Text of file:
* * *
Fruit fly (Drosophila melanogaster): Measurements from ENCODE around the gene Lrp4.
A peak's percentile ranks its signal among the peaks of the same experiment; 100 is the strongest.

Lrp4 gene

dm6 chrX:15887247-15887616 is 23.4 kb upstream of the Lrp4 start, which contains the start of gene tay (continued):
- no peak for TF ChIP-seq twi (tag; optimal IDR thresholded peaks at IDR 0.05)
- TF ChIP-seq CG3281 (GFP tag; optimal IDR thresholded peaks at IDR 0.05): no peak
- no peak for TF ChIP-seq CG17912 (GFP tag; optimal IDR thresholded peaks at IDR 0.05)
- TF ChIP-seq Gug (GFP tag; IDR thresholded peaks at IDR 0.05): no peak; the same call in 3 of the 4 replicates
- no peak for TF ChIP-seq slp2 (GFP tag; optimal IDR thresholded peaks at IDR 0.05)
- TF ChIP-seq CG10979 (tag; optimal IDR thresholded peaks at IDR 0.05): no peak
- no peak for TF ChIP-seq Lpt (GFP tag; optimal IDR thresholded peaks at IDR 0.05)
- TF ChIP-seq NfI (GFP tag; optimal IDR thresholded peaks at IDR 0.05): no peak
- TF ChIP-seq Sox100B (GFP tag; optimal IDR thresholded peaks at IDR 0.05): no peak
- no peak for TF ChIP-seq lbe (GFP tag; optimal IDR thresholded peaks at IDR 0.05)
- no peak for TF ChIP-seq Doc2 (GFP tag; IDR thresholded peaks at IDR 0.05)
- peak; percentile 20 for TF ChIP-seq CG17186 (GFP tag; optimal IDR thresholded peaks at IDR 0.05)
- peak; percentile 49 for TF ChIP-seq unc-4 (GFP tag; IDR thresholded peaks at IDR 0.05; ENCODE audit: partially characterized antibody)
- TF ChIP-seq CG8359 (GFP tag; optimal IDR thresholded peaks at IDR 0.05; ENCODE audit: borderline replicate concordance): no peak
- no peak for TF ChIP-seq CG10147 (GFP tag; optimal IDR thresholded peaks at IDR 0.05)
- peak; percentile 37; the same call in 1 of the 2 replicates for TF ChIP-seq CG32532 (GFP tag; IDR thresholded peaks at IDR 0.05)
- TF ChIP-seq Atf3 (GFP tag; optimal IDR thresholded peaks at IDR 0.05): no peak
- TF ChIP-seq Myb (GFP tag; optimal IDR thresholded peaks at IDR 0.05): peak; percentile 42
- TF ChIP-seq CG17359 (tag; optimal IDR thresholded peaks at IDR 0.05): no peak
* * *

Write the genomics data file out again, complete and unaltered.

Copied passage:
Fruit fly (Drosophila melanogaster): Measurements from ENCODE around the gene Lrp4.
A peak's percentile ranks its signal among the peaks of the same experiment; 100 is the strongest.

Lrp4 gene

dm6 chrX:15887247-15887616 is 23.4 kb upstream of the Lrp4 start, which contains the start of gene tay (continued):
- no peak for TF ChIP-seq twi (tag; optimal IDR thresholded peaks at IDR 0.05)
- TF ChIP-seq CG3281 (GFP tag; optimal IDR thresholded peaks at IDR 0.05): no peak
- no peak for TF ChIP-seq CG17912 (GFP tag; optimal IDR thresholded peaks at IDR 0.05)
- TF ChIP-seq Gug (GFP tag; IDR thresholded peaks at IDR 0.05): no peak; the same call in 3 of the 4 replicates
- no peak for TF ChIP-seq slp2 (GFP tag; optimal IDR thresholded peaks at IDR 0.05)
- TF ChIP-seq CG10979 (tag; optimal IDR thresholded peaks at IDR 0.05): no peak
- no peak for TF ChIP-seq Lpt (GFP tag; optimal IDR thresholded peaks at IDR 0.05)
- TF ChIP-seq NfI (GFP tag; optimal IDR thresholded peaks at IDR 0.05): no peak
- TF ChIP-seq Sox100B (GFP tag; optimal IDR thresholded peaks at IDR 0.05): no peak
- no peak for TF ChIP-seq lbe (GFP tag; optimal IDR thresholded peaks at IDR 0.05)
- no peak for TF ChIP-seq Doc2 (GFP tag; IDR thresholded peaks at IDR 0.05)
- peak; percentile 20 for TF ChIP-seq CG17186 (GFP tag; optimal IDR thresholded peaks at IDR 0.05)
- peak; percentile 49 for TF ChIP-seq unc-4 (GFP tag; IDR thresholded peaks at IDR 0.05; ENCODE audit: partially characterized antibody)
- TF ChIP-seq CG8359 (GFP tag; optimal IDR thresholded peaks at IDR 0.05; ENCODE audit: borderline replicate concordance): no peak
- no peak for TF ChIP-seq CG10147 (GFP tag; optimal IDR thresholded peaks at IDR 0.05)
- peak; percentile 37; the same call in 1 of the 2 replicates for TF ChIP-seq CG32532 (GFP tag; IDR thresholded peaks at IDR 0.05)
- TF ChIP-seq Atf3 (GFP tag; optimal IDR thresholded peaks at IDR 0.05): no peak
- TF ChIP-seq Myb (GFP tag; optimal IDR thresholded peaks at IDR 0.05): peak; percentile 42
- TF ChIP-seq CG17359 (tag; optimal IDR thresholded peaks at IDR 0.05): no peak